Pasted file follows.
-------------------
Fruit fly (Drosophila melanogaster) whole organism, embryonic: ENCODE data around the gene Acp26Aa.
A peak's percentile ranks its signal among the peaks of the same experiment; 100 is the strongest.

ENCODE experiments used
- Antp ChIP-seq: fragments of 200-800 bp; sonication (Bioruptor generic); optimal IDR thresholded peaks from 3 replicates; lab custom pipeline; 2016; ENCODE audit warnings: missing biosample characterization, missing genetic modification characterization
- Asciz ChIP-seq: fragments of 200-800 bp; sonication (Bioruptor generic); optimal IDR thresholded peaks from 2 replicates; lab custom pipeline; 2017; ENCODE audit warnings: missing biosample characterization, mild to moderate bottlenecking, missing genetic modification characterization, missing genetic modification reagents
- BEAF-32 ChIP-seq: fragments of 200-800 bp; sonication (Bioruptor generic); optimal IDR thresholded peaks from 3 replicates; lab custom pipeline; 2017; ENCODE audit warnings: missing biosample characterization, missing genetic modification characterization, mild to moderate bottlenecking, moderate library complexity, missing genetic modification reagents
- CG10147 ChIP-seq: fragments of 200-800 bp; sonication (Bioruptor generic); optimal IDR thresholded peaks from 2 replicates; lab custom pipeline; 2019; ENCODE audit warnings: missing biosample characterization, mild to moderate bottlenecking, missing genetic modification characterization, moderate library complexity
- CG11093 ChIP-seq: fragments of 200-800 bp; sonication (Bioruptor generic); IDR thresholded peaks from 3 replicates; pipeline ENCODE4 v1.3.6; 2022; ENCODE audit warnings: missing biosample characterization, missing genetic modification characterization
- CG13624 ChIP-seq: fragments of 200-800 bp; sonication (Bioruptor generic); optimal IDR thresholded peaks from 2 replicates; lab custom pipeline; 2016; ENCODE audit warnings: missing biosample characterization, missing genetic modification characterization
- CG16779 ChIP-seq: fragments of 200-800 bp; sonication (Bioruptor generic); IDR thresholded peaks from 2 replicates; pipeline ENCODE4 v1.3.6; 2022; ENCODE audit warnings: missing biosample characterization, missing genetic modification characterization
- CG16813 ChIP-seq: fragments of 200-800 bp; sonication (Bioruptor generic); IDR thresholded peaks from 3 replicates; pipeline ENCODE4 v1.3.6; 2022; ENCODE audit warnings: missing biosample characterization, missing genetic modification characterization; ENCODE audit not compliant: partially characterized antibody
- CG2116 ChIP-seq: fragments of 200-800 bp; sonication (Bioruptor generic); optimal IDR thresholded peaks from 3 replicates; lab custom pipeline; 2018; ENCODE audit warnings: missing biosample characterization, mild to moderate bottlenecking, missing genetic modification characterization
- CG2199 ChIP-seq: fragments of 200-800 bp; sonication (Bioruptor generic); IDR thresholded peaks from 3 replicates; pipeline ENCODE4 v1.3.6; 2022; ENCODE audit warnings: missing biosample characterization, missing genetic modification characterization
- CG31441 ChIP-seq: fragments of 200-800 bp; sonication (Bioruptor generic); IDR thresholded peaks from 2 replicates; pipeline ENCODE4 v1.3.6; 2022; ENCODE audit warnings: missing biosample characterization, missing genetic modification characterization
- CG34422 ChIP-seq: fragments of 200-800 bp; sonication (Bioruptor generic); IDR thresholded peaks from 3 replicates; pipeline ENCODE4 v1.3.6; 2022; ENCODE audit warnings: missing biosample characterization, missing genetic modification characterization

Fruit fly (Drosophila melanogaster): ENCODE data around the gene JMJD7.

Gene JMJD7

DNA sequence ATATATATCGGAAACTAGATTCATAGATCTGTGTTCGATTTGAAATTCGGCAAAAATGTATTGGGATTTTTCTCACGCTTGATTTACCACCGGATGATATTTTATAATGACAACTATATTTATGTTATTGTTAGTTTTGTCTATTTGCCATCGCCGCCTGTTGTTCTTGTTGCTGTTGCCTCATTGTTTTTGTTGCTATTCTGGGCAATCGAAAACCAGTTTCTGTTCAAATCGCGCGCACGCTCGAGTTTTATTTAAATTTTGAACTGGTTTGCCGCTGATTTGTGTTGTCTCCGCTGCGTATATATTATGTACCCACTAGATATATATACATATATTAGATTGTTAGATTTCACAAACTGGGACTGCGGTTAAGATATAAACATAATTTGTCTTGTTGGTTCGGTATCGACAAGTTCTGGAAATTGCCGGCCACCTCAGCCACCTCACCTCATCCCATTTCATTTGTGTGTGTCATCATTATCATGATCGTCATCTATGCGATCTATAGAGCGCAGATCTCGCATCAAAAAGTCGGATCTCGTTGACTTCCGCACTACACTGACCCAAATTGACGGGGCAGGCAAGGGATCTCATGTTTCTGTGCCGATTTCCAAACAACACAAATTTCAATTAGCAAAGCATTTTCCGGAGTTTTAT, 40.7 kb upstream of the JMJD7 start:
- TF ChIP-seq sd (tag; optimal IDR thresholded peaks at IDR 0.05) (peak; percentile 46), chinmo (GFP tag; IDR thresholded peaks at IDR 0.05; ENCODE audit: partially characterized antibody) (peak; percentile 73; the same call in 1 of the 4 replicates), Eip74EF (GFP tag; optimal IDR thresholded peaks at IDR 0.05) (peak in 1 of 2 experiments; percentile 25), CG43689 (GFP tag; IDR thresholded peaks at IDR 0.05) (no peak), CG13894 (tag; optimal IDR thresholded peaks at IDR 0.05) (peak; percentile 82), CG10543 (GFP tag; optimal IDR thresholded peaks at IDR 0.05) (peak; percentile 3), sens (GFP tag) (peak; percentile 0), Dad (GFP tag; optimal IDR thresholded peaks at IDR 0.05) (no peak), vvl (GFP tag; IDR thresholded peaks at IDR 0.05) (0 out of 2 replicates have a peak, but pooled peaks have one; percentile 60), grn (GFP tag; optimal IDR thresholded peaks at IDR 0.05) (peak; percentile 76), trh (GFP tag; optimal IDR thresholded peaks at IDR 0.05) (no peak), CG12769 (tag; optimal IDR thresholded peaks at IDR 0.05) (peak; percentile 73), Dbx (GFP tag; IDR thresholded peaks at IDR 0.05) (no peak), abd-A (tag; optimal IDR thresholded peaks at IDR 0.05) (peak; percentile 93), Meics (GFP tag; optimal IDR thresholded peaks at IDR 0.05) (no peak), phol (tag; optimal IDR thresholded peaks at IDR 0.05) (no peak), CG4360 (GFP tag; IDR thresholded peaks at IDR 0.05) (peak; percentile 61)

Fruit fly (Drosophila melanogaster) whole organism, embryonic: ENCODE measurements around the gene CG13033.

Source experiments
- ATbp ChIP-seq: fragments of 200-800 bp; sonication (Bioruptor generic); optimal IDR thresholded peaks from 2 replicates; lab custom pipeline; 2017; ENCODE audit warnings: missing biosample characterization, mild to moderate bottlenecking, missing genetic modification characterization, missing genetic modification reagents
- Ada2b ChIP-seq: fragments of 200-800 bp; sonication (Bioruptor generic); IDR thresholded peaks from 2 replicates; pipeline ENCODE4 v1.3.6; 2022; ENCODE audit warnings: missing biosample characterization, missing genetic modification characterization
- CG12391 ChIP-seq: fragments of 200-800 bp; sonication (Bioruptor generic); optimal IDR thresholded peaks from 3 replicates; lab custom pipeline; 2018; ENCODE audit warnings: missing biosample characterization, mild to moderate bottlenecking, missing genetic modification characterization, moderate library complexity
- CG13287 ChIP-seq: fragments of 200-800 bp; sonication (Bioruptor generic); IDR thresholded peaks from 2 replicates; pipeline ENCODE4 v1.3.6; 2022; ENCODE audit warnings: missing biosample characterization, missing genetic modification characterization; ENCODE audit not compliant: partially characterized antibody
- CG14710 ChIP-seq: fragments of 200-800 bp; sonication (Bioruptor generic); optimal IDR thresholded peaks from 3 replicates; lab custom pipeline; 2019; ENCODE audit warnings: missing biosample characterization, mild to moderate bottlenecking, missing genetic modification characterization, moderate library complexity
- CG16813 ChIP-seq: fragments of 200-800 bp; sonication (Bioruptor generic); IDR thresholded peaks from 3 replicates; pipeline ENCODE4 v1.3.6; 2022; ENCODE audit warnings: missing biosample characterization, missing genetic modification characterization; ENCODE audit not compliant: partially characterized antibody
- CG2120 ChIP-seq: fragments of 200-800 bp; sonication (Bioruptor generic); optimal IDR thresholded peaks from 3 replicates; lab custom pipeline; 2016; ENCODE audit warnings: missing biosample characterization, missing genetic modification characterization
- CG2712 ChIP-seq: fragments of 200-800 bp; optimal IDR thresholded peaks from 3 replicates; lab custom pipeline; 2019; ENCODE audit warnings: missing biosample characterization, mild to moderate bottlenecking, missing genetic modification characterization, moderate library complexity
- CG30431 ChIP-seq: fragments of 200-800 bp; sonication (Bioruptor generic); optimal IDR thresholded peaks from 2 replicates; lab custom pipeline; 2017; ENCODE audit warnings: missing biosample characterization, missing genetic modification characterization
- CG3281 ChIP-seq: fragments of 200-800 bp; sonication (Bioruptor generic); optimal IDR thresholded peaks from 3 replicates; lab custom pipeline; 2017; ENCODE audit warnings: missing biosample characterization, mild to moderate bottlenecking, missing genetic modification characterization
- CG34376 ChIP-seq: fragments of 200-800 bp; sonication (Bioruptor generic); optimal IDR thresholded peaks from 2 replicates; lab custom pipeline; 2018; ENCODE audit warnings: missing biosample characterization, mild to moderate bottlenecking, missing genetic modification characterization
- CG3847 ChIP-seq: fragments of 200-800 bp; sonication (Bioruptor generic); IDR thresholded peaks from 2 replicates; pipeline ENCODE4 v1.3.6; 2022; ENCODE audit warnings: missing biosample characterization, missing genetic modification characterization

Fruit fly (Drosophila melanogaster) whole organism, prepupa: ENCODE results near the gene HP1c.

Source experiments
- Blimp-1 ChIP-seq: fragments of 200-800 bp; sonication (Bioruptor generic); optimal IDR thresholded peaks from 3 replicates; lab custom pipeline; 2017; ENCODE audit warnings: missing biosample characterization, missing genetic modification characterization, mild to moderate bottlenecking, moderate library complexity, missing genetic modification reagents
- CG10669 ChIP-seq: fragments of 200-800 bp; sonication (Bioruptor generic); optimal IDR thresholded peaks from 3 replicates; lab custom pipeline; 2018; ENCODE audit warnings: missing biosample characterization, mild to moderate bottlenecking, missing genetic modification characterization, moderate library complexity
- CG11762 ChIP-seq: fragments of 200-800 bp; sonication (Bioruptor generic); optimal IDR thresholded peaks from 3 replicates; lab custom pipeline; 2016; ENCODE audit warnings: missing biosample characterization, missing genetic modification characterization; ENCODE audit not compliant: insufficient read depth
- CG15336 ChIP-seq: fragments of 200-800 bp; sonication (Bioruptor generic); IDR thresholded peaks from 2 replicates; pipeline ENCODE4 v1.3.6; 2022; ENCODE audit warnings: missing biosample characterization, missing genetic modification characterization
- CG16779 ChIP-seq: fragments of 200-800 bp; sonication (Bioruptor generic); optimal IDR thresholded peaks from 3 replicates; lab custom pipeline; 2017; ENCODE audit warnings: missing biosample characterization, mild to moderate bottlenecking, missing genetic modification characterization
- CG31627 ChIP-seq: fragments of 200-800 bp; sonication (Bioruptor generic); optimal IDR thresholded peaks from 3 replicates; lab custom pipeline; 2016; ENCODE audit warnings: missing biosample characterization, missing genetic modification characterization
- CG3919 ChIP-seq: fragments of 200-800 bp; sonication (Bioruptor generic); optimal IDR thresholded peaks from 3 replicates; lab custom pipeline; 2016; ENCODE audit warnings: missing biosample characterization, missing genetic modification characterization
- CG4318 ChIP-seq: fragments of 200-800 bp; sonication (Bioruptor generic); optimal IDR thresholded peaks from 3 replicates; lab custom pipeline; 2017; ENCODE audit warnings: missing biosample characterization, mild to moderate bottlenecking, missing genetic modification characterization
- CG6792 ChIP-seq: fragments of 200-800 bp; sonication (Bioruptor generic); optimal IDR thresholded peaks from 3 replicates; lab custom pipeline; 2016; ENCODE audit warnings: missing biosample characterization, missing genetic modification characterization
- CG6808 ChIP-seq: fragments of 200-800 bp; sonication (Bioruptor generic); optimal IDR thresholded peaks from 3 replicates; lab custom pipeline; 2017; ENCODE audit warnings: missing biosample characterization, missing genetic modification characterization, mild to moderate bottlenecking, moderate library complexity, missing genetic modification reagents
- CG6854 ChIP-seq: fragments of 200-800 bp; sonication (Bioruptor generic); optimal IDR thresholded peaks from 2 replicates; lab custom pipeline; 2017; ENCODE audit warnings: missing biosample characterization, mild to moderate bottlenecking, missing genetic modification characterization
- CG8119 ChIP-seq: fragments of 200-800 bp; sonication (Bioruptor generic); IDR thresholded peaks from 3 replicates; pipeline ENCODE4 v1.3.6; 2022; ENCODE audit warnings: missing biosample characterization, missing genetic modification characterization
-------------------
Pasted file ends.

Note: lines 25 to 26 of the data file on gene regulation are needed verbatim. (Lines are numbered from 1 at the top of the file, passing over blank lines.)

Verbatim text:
- CG13287 ChIP-seq: fragments of 200-800 bp; sonication (Bioruptor generic); IDR thresholded peaks from 2 replicates; pipeline ENCODE4 v1.3.6; 2022; ENCODE audit warnings: missing biosample characterization, missing genetic modification characterization; ENCODE audit not compliant: partially characterized antibody
- CG14710 ChIP-seq: fragments of 200-800 bp; sonication (Bioruptor generic); optimal IDR thresholded peaks from 3 replicates; lab custom pipeline; 2019; ENCODE audit warnings: missing biosample characterization, mild to moderate bottlenecking, missing genetic modification characterization, moderate library complexity